Mobiles in the Northwest again

Carrie Goller galleryI am now showing some of my newest art mobiles in the Pacific Northwest at the Carrie Goller Gallery in Poulsbo, WA.  Carrie and I met on an art walk in Seattle eight or nine years ago.  I am thrilled that she remembered me when she opened her Poulsbo gallery.  She is showing two of my newest kinetic sculptures made from translucent polycarbonate plastic and oil paint.  I’m so happy to have my work showing in the Seattle area again!  You’ll want to check out Carrie’s beautiful oil paintings and the other gallery art too at 18801 Front St in Poulsbo, (next to Mora Ice Cream).  You can also check out her gallery page on Facebook.

 

Residency at the Vermont Studio Center

I’m day dreaming about my residency at the Vermont Studio Center  at the end of the month.  I’ll join other Vermont artists for a week of self guided work up north in Johnson, VT.  I’ve never visited the center but everyone who has spent time there has rave reviews of their experience so I’m looking forward to it.  I was actually meant to attend last year, but had to defer for a year.  Now that the date for departure is approaching I’m wondering how to spend my time.  Should I spend time in their well equipped shop

experimenting with metals and tools that  I don’t often use?  Should I keep my time there unstructured and simply experiment with different materials I’ve had on the back burner?  Or should I have a project and goal in mind?  I’ve been thinking of making some “stabiles”, mobiles with an armature that sit on a flat surface.  Or another idea I’ve wanted to work on is a large kinetic wall piece.  Well, hopefully I’ll have some sort of game plan by the time I get there and it may just include a little of all these ideas.  For now I’ll just keep daydreaming….

Boston Children’s Hospital Art Mobiles

Space mobiles in a play room.

Space mobiles in a play room.

I recently completed a large commission of 6 sets of mobiles for play rooms in Boston Children’s Hospital.  The hospital has gone out of its way to make the children’s visits less scary and intimidating by filling the floors with child friendly art.  Each floor has a  play room full of games and toys for kids to play with when they are recuperating and well enough.  Many floors have a theme which I carried into my sculptures.  Here you can see 2 space mobiles in a play room on the “Space” floor.  All of the mobiles are made out of acrylic sheet and brass wire.  Some have wood and paper elements too, which had to be fireproofed for this project.  The spaces were challenging because of a central beam in each recessed space.  In order to fill the space part of the mobile needed to remain stationary.

 

CH Garden mobile fw

Garden mobiles in Boston Children’s Hospital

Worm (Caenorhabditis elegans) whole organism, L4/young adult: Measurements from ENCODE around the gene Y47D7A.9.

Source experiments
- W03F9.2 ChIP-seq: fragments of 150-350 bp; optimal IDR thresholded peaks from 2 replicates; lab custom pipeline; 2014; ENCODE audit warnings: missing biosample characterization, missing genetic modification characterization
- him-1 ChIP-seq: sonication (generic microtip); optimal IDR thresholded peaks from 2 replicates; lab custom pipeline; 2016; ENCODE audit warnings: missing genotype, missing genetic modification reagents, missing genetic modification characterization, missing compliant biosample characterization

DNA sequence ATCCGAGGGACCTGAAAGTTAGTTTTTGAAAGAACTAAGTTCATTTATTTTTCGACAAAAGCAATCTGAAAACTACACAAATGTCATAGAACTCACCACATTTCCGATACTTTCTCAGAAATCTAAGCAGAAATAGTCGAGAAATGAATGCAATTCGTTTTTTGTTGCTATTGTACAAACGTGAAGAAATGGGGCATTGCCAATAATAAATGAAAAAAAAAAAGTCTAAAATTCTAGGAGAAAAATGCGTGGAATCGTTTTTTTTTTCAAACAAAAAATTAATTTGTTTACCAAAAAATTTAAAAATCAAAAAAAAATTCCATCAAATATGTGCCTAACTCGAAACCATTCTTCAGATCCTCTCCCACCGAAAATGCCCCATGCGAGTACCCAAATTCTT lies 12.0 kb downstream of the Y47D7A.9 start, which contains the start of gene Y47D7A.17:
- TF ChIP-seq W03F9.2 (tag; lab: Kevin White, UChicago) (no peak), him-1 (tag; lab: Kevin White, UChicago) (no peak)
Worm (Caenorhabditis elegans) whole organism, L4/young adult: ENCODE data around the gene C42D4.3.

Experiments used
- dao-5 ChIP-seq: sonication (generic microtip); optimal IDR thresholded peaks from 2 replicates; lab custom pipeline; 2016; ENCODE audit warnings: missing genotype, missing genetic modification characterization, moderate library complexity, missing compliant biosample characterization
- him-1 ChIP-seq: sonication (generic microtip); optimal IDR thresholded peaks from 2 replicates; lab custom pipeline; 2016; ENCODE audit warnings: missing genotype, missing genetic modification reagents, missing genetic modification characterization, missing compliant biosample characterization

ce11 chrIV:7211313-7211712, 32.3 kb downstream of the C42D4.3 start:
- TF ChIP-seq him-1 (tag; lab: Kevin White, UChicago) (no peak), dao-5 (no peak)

Here are my “Garden” themed mobiles in another play room.  I loved using the vibrant colors that they requested.  Who doesn’t love orange?

 

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Garden detail

And a detail of some of the flowers which have some sand blasted texture on their faces.

 

There are 4 more kinetic art installations – 2 fish themed, 1 with leafy branches and another Garden theme with dragonflies that you can see on my website.  I’m thrilled to have had this opportunity to add color and lightness to this hospital setting for these special patients.  Photos by Don Ross.

 

 

 

 

 

 

 

 

Latest mobile installations

Studio shot of Branches

Studio shot of Branches

Four more mobiles were installed this week in playrooms in Children’s Hospital.  Yay!  I haven’t been present to watch the installations but my gallerist, took a few pics to share. (Getting professional photos is on my list!)  The spaces that I’m working with at the hospital are quite unusual. Branches installation As you can see a beam causes these octagonal ceiling recesses to be more rectangular than round.  Our solution has been to create two mobiles that hang on either side of the beam, creating one large sculpture.  Every room has a different theme.  Here is the Branch mobile installation.  You can see the true colors in my studio shot.  I have 3 more mobiles to finish before this project is complete.  Back to the studio…….

Art Mobiles for Children’s Hospital

Acrylic butterflies

Butterflies after heat forming.

I am very excited about my new commission of mobiles for Children’s Hospital in Boston.   I am working with gallery owner Betty Bothereau of L’Attitude Gallery where I show, to complete 12 mobiles for play rooms in the hospital.  I visited the hospital for the first time last week.  It is sad to think of a 10 floor hospital dedicated just to children, but these colorful mobiles will hopefully brighten their spirits during their stay.  One of the challenges of the hospital setting is that the art has to be washable and fire proof.   Even on the ceiling!   So I am using acrylic and wire for most of the sculptures and soaking any wood or paper I use with fireproofing liquid.   This product is commonly used in theaters it turns out.   Here you can see butterfly shapes after heat forming.  These shapes were laser cut by a “fab lab” from Cambridge.  What a time saver!  They will be incorporated into a garden themed mobile after some detail is added using a sand blasting type technique.